AEROBATICS AND OTHER FUN THINGS TO DO WITH YOUR SWIFT... (11699)
I'd like to expand a bit on Ed Lloyd's good advice earlier
in this update with my "two-cents-worth" regarding
aerobatics in the Swift. Two of the things I like to do most
in my Swift are aerobatics and formation flying. Both are
not only fun, but challenging and very satifying. It's also
a nice break from my Monday thru Friday airline pilot training
chores in Bonanzas and King Airs. Aerobatics and/or formation
flying is NOT for everyone and it is certainly not a necessary
requirement for enjoying your Swift. No matter what type of
flying we engage in, we all must identify and respect our
own personal limitations and the limitations of what we ask
of our airplanes. Follow that advice and your flying experiences
will be as safe as they can reasonably be. With that said,
on with some discussion of aerobatics...
Swifts are not factory
fresh anymore, no doubt about that. But with respect to their
age, many pleasureable and challenging light aerobatic maneuvers
are still within the Swifts everyday capabilities even in
their "middle age". Do I do aerobatics on every
flight? No... Occasionally in safe and managable conditions?
Yes... It is essential that you remember the Swift is a 50+
year old airplane and anything you do that is gonna routinely
require anything even remotely approaching 4G should not be
done unless you take some extra time and effort to insure
that your Swift is structurally sound beyond ANY doubt. I
do "military style" aerobatics which involve no
negative G and if done correctly, never more than 4G. Basic
loops, aileron rolls, point rolls, cuban eights, wingovers,
almost-hammerheads (HA!), split S, are some examples. No high
G or accelerated stall maneuvers like snap rolls should be
Now if you really have
a need to go out and "yank & bank" then one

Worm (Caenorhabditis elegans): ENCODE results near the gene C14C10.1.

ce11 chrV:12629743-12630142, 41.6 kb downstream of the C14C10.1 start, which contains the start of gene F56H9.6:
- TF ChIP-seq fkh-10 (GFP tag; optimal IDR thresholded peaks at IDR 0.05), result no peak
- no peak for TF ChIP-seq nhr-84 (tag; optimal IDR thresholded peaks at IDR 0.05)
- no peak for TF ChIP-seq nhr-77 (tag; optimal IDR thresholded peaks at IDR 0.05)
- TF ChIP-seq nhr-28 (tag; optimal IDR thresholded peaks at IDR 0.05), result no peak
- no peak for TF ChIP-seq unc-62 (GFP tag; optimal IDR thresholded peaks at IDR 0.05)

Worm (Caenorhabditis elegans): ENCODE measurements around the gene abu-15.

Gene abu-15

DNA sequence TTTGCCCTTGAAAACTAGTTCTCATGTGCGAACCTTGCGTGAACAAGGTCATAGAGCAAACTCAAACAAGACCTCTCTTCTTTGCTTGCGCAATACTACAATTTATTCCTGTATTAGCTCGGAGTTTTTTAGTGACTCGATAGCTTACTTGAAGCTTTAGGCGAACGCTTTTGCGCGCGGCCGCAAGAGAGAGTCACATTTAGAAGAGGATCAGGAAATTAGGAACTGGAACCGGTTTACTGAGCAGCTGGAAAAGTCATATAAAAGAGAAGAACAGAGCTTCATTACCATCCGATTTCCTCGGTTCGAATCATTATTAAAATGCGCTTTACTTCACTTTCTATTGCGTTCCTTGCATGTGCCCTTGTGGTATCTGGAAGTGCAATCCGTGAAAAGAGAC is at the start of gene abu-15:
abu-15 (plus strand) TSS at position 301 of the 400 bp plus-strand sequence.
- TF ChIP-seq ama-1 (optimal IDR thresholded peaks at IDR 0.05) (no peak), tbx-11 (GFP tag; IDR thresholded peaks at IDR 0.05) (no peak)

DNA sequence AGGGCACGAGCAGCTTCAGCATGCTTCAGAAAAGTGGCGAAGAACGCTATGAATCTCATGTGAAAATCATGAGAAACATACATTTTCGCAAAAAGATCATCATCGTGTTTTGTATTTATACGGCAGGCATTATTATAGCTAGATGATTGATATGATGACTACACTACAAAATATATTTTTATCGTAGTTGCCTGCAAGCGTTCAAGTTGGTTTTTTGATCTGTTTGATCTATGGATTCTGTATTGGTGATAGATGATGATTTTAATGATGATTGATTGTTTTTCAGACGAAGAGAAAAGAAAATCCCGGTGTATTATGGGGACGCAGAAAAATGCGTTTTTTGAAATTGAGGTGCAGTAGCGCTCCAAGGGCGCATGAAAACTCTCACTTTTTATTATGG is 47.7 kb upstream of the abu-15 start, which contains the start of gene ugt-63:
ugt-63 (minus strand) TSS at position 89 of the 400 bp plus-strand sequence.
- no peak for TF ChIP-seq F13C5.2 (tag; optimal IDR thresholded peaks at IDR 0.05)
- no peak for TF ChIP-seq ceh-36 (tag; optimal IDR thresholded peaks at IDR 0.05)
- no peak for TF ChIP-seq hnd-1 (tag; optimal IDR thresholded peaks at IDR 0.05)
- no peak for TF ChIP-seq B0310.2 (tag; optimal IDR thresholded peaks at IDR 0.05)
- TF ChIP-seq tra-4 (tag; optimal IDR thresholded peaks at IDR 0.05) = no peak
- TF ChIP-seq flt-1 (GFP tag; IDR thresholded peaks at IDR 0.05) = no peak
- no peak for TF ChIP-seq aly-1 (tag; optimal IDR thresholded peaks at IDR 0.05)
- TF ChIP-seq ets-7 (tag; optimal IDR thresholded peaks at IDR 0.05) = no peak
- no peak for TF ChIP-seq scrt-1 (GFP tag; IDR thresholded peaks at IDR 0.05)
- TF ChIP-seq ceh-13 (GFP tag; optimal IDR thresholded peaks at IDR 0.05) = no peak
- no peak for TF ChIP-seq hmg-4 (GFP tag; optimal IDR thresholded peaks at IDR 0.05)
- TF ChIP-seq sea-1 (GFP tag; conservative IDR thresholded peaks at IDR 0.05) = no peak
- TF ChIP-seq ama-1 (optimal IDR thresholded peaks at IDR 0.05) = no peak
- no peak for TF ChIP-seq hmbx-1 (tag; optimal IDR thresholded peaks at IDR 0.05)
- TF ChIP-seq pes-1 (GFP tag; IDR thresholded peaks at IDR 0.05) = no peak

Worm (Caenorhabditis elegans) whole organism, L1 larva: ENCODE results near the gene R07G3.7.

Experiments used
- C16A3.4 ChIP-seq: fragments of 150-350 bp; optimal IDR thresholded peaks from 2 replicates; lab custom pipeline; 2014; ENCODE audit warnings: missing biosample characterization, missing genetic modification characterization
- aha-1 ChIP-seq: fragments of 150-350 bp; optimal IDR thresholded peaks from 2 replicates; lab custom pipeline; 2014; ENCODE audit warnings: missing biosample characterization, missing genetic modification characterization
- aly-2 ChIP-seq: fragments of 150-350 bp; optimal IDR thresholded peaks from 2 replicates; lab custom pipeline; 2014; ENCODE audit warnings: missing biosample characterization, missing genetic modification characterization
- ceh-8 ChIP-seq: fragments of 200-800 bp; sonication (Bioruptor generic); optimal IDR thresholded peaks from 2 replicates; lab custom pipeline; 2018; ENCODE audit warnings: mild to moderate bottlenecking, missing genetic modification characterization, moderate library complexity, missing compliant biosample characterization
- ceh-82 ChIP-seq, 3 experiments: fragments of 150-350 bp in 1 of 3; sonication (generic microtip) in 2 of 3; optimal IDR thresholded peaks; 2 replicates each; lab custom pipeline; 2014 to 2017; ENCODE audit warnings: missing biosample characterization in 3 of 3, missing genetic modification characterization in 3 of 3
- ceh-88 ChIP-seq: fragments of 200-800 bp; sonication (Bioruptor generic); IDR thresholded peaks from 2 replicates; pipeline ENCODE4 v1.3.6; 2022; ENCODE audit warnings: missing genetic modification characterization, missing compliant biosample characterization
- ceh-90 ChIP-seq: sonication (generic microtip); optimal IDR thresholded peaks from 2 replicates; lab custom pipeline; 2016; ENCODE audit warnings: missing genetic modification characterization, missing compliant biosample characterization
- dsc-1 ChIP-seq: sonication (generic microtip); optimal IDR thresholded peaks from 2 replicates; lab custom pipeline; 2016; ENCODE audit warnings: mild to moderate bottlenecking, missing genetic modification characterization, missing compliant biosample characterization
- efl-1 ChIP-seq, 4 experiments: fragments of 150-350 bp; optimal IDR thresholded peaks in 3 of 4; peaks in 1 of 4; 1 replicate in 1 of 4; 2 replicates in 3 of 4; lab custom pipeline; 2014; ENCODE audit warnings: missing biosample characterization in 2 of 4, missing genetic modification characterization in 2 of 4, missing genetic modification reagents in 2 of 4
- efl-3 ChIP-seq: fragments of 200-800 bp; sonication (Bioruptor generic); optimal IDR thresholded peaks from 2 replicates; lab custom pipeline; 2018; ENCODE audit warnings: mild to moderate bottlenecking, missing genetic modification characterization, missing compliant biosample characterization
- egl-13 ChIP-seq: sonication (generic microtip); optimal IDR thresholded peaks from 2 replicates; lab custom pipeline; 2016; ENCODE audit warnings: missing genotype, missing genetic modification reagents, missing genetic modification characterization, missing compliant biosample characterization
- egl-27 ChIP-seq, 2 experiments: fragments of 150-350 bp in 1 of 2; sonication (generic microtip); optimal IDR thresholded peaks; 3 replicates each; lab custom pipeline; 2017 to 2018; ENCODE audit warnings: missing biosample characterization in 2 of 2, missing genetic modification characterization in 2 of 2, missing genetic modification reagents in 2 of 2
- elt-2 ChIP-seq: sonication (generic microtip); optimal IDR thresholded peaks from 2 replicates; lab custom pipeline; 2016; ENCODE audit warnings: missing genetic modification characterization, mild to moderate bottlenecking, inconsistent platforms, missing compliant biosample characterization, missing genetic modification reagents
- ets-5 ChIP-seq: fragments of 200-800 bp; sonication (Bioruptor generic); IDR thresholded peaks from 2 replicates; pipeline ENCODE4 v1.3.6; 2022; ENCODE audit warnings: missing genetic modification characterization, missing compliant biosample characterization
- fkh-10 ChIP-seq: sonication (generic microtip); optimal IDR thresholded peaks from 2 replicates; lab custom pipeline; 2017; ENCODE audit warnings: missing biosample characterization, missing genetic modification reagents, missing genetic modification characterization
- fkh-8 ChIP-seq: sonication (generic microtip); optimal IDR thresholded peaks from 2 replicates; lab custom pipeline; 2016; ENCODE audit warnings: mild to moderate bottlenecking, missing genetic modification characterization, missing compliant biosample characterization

good place for advice on how to set-up and maintain a Swift
for repeated semi-serious to serious aerobatics might be to
talk with any of the three members of the Swift Magic Aerobatic
Team. Their Swifts are just as old as anyone else's but is
it a sure bet that they have gone that extra mile to insure
that their airplanes can stand up to the requirements of their
use in a formation aerobatic routine. Still, anyone that has
seen their routine would be quick to tell you just how smooth
it is. They clearly do not abuse their airplanes. Good aerobatics
is NOT necessarily "yank & bank" aerobatics...
Let's leave that to the Pitts types and other aircraft designed
for such punishment.
Another fun thing to do
with a Swift is formation flying. The Swift's light control
response makes it a delight to fly in formation. In some respects
it is even more demanding of concentration and professionalism
than aerobatics. The rewards of a well executed formation
flight are great but so are the responsbilities. It is definitely
fun and it is definitely NOT a casual act.
As many of you have read
in the most recent International Swift Association Newsletter,
the Swift Association Board of Directors has engaged the help
of some very expert Swift formation pilots and have recently
completed the Swift Formation Flying Manual. (In addition
to the Association's literary efforts, there have been many
other books written on the subject of formation flying and
the EAA has produced a video about it.) The purpose of this
very commendable effort is to help Swifters enjoy this part
of Swift ownership in a safe and professional manner. It is
important to stress, if you are new to formation flying, that
it is not something that a person should just go out and learn
on their own. Any "booklearnin" you can do on the
subject is time well spent but if you have the urge to fly
formation and have never done it before, it is essential to
also get instruction from a formation qualified pilot. If
you have had some experience with formation flight but are